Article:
without cause termination

Dismissed Without Cause: Explained

A dismissal without cause, often referred to as a “Termination With Notice,” occurs when an employer ends an employee’s job without a specific reason. In Ontario, your boss can legally terminate your employment without providing a reason, as long as they follow the proper procedures. It’s important to note that this is different from “Just Cause Terminations,” where an employer believes an employee has done something seriously wrong.

In the case of a termination without cause, your termination is considered “wrongful” because it’s not due to any wrongdoing on your part. As a result, you are entitled to certain rights, including what’s known as a reasonable notice period or payment in lieu of notice. The purpose of these entitlements is to provide you with the necessary time and financial resources to seek alternative employment with a similar level of pay or job status. This ensures that you have a fair opportunity to transition to a new job without experiencing undue financial hardship.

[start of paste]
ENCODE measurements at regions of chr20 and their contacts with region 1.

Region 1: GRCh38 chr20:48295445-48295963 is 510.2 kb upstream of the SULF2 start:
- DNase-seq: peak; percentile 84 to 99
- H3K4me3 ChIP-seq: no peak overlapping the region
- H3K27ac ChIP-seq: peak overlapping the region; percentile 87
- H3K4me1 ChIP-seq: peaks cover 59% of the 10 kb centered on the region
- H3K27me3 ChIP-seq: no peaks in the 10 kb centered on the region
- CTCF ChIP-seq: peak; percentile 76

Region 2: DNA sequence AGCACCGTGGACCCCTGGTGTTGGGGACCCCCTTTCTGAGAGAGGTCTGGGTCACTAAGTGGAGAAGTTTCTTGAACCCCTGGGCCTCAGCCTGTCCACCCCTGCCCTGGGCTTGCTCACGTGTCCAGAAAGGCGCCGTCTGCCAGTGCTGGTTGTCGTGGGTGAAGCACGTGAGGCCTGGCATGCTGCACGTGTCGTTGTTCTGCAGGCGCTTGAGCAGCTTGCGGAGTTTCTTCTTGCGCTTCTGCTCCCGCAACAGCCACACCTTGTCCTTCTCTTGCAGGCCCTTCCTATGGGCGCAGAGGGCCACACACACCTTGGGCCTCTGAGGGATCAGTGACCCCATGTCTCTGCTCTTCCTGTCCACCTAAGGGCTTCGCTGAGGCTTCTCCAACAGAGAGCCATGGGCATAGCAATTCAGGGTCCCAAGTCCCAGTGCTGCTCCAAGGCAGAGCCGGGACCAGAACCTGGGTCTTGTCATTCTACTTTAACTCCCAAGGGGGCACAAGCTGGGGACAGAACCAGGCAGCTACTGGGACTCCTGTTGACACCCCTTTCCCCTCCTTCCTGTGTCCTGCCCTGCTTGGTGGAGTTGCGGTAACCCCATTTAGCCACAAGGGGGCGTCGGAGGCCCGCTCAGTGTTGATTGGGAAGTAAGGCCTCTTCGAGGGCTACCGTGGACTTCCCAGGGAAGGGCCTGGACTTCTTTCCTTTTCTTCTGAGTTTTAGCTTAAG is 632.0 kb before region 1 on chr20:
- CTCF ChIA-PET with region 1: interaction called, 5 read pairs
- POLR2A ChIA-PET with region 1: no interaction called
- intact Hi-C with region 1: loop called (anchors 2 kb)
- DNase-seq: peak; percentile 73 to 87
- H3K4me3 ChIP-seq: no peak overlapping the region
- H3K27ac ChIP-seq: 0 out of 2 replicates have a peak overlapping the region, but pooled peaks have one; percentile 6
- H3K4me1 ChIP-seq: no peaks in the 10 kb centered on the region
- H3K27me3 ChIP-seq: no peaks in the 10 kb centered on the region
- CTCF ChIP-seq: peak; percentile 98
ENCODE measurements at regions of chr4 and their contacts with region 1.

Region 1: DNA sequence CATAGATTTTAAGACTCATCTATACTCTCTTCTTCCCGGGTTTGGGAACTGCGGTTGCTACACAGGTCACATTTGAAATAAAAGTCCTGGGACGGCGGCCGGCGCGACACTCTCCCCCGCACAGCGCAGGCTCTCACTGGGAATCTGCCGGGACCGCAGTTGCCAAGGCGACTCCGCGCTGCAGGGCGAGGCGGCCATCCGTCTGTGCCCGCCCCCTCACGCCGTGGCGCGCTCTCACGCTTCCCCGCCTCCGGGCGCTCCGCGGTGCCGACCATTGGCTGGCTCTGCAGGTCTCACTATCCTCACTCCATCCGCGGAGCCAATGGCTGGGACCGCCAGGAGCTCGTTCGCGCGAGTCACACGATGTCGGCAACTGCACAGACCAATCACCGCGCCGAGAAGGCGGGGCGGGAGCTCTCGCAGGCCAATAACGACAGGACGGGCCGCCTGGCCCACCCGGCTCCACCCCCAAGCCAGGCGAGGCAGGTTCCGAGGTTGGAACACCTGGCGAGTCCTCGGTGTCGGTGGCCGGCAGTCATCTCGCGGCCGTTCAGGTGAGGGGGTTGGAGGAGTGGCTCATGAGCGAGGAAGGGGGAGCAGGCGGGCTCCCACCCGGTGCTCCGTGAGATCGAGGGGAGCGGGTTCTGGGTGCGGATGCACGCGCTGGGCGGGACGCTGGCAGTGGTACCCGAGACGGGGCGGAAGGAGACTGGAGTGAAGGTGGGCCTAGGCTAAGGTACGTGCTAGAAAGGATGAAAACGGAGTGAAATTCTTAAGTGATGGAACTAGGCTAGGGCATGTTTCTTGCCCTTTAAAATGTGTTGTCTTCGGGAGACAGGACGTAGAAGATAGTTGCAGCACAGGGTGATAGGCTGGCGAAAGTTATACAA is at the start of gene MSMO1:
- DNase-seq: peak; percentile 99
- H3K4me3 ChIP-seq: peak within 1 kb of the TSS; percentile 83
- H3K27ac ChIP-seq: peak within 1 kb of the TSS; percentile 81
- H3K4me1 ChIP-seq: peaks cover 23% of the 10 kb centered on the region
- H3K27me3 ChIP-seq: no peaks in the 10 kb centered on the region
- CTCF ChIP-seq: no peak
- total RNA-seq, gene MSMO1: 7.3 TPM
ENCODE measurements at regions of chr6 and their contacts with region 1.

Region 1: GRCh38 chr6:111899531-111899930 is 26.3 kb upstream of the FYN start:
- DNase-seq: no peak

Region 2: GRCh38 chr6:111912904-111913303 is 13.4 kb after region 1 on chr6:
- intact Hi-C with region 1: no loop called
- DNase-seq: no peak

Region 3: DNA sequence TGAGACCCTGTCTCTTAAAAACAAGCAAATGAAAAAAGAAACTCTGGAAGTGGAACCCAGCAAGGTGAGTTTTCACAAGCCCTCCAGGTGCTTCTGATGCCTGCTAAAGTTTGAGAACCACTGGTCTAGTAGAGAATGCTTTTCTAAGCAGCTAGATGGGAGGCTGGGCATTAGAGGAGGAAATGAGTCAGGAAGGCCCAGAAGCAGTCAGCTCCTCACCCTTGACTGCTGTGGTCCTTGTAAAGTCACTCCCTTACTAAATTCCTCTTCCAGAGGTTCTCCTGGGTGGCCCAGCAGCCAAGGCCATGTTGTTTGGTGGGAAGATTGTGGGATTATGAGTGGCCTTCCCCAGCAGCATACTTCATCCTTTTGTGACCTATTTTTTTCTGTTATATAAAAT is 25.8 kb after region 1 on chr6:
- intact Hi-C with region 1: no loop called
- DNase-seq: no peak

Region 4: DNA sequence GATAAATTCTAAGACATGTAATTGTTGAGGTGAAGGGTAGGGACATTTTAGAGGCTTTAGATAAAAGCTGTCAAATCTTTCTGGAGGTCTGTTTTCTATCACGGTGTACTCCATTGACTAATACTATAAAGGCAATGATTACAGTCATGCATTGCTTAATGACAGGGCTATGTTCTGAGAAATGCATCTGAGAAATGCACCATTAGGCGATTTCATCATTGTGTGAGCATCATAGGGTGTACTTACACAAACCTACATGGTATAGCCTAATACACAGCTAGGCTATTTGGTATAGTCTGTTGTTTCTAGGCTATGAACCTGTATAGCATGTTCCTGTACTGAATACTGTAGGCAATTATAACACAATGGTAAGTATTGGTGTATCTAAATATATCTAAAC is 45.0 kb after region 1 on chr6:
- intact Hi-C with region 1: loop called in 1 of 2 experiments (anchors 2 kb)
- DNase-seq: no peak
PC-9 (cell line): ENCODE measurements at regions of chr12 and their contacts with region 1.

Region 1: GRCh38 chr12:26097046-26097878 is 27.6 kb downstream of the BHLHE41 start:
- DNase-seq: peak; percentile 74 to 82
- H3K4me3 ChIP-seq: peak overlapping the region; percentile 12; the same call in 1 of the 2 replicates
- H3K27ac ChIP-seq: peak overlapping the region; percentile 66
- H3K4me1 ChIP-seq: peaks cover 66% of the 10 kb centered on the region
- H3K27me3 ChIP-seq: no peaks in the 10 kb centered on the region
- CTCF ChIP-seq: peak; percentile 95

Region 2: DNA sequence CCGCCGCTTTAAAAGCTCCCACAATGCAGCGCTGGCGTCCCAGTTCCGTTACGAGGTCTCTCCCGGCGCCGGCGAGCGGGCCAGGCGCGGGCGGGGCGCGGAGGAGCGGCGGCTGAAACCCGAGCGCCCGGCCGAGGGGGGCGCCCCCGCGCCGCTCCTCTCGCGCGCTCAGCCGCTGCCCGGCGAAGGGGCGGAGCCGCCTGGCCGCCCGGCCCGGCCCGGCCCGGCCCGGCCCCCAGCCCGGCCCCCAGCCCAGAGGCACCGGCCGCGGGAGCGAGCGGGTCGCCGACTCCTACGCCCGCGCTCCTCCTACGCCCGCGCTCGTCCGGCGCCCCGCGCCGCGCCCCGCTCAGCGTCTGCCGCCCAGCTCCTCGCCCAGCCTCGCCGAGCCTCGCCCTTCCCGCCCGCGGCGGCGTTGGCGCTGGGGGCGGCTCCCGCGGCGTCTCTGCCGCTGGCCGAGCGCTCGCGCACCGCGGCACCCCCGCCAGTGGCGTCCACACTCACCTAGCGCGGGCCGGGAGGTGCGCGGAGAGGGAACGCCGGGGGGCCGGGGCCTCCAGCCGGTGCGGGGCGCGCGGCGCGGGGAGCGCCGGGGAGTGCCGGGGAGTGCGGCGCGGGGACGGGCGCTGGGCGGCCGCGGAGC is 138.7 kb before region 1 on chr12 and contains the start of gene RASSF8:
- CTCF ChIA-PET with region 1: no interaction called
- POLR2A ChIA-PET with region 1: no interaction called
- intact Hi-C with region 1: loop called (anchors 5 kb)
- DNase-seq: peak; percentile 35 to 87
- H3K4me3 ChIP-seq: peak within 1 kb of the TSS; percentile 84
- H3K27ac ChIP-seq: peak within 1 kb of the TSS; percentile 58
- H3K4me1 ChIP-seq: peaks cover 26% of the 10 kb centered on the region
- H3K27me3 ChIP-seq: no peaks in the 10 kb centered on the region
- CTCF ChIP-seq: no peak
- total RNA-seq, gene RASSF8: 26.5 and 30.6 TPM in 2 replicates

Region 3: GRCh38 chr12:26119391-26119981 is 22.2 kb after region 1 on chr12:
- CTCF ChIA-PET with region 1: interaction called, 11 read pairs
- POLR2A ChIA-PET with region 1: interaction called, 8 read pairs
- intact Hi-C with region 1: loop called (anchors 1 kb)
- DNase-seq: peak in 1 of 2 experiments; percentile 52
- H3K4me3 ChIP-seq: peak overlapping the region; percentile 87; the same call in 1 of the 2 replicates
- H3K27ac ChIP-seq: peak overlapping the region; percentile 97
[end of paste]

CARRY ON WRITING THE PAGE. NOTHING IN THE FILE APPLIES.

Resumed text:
What is a Termination Package?

A termination package is a critical aspect of a termination without cause. When your employer ends your employment without a specific reason, they typically offer you a termination package as part of the process. This package is financial compensation, which can be provided in a lump-sum payment or through the continuation of your salary and benefits over a specific period.

A Termination Package typically comprises several elements, including:

Severance Pay: This is a lump-sum payment provided by your employer as compensation for your job loss. The amount can vary based on factors like your years of service, position, and employment contract.

Continuation of Salary: In some cases, your employer might agree to continue paying your salary for a specified period following your termination. This ensures you have income during your job search.

Benefits Continuation: Your benefits, such as health and dental coverage, might continue for a specific duration post-termination. This can help you maintain access to essential services while you seek new employment.